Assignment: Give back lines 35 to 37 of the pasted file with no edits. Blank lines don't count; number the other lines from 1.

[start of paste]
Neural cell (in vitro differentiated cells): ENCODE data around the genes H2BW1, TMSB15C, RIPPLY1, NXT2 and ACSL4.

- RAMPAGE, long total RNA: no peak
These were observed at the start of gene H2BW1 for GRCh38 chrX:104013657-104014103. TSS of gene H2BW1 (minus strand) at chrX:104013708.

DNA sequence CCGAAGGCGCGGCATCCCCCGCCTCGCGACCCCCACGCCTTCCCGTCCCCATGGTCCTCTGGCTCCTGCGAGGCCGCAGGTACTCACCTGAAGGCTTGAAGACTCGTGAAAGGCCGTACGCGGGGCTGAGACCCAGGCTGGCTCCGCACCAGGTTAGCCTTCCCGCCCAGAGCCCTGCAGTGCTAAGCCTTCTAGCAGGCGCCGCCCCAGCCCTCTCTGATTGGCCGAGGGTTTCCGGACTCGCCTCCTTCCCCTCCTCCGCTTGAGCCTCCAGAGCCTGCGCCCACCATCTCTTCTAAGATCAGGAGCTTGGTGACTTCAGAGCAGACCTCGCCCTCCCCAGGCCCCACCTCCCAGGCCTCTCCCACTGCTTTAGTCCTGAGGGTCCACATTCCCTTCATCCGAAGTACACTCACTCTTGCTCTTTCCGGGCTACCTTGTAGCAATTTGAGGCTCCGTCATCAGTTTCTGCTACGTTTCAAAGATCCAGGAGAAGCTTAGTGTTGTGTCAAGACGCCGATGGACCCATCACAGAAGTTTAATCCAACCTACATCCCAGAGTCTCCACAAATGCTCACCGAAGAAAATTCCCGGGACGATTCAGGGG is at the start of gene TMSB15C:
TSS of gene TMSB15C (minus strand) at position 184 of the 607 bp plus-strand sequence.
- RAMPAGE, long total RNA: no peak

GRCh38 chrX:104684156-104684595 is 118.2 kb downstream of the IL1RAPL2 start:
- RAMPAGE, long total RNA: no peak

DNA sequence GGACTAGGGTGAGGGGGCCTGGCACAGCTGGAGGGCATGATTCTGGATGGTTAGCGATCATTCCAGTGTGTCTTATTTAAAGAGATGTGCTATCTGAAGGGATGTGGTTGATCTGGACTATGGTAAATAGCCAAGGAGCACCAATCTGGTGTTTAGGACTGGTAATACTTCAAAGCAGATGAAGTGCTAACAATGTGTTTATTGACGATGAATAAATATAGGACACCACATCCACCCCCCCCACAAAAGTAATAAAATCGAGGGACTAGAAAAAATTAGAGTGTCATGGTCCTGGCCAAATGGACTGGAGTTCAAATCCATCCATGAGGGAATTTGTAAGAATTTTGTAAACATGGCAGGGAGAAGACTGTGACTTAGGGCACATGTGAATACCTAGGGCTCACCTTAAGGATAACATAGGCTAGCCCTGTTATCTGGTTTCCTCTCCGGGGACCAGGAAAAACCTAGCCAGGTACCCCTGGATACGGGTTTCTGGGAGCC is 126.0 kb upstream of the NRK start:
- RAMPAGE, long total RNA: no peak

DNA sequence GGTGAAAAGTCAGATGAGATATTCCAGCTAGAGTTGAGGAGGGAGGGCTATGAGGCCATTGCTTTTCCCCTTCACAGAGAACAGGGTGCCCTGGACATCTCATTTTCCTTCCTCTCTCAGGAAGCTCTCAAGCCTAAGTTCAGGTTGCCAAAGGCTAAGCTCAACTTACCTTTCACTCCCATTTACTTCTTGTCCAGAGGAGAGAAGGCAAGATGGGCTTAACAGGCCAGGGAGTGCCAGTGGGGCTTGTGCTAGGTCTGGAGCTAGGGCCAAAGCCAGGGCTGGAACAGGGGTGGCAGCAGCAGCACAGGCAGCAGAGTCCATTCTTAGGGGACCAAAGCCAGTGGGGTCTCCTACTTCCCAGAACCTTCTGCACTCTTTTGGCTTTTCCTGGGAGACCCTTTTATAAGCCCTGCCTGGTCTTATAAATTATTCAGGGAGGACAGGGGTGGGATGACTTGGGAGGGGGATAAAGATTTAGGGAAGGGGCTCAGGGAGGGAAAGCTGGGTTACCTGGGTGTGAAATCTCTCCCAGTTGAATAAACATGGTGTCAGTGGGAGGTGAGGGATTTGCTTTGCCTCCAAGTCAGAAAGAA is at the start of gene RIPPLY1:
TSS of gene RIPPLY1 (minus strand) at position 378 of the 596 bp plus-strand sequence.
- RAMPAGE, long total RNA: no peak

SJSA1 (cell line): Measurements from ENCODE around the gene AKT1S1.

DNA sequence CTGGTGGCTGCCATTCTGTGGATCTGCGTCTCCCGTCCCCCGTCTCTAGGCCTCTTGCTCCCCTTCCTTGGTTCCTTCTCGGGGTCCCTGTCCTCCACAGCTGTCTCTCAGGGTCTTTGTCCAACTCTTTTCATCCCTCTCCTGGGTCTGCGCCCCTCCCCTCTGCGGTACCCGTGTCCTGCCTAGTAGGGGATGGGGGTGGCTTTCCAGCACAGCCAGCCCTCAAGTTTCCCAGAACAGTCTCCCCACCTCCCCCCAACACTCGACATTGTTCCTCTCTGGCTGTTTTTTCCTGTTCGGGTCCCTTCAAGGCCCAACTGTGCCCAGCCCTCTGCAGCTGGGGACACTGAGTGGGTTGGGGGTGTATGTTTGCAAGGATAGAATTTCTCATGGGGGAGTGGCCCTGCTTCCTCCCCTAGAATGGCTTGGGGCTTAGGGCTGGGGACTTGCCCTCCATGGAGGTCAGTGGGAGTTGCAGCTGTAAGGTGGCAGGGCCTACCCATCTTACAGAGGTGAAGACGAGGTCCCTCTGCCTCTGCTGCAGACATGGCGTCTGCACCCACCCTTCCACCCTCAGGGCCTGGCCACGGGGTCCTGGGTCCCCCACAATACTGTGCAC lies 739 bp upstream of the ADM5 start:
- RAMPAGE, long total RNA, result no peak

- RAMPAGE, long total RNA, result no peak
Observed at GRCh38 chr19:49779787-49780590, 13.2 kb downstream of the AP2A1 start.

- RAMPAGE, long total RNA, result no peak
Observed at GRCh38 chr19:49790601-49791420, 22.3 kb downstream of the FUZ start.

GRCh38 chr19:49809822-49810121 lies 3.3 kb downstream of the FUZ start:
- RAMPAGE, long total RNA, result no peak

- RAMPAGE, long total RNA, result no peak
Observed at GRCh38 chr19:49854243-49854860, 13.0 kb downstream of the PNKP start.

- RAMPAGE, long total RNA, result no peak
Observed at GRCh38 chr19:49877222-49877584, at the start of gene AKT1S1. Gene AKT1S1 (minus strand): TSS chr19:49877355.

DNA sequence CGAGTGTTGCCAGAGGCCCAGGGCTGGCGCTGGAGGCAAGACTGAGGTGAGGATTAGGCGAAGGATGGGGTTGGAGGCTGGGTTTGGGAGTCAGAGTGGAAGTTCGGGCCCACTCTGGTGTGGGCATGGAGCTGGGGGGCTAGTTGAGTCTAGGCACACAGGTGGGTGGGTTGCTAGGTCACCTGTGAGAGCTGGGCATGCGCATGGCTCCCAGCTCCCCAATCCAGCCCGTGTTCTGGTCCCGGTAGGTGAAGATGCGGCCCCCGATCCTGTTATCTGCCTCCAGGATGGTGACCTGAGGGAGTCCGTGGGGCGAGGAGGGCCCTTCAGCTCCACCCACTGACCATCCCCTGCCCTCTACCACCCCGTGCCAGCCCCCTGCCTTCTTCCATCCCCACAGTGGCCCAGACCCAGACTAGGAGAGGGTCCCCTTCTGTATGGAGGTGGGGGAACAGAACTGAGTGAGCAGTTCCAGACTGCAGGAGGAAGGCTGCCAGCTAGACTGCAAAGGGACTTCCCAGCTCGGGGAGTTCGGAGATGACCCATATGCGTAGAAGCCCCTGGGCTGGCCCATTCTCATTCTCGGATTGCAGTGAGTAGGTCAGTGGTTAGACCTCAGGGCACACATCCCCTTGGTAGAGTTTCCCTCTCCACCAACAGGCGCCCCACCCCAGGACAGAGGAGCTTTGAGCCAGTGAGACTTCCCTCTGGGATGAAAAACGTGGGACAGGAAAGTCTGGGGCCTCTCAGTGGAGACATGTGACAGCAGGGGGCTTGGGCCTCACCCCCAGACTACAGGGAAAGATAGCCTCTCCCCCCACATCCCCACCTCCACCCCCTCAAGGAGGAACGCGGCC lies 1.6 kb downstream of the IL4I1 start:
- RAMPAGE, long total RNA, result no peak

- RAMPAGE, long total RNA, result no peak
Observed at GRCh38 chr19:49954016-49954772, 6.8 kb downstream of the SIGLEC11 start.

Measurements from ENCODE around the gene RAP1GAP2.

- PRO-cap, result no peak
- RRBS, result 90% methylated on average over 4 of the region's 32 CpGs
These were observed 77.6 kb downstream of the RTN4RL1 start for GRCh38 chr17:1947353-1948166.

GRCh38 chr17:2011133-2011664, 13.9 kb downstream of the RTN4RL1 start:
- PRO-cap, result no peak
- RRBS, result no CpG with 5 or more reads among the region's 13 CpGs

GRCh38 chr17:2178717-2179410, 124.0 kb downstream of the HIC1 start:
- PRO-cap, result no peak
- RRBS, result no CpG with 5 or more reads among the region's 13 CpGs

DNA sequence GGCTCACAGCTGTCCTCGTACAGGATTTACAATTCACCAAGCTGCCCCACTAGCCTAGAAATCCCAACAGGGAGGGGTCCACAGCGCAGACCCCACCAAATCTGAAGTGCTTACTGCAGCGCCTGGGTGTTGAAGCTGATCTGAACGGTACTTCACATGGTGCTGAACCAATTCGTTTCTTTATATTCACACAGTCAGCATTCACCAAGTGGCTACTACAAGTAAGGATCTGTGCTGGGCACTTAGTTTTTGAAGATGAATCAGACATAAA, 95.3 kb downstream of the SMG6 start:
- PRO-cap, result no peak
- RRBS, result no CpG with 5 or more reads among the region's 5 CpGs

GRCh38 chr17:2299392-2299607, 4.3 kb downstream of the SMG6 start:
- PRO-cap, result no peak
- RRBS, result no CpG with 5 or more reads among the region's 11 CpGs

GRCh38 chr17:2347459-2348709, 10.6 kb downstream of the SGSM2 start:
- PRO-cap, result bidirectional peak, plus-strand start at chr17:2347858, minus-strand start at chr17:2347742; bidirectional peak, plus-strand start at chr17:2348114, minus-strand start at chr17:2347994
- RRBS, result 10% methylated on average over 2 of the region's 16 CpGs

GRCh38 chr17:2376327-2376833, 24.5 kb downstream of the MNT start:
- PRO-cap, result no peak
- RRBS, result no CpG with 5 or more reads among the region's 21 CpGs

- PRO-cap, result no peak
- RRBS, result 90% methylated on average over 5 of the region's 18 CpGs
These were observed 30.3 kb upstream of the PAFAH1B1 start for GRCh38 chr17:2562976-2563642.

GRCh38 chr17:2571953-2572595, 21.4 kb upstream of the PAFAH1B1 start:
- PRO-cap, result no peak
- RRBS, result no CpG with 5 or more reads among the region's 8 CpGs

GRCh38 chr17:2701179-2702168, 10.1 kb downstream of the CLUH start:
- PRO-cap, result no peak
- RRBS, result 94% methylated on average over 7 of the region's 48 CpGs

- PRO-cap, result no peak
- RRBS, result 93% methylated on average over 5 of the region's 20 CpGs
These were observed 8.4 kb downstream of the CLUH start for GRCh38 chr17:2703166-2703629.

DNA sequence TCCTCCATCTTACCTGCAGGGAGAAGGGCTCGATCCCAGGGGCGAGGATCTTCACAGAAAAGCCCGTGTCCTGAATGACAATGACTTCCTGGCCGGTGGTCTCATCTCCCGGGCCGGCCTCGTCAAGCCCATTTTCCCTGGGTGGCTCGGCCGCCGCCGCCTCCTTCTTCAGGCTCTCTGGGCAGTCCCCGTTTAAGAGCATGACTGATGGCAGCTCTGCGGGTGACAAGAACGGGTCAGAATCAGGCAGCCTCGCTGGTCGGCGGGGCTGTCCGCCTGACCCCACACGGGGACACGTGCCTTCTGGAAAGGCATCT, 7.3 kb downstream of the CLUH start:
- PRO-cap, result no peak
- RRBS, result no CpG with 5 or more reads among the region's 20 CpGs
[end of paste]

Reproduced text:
GRCh38 chr17:2011133-2011664, 13.9 kb downstream of the RTN4RL1 start:
- PRO-cap, result no peak
- RRBS, result no CpG with 5 or more reads among the region's 13 CpGs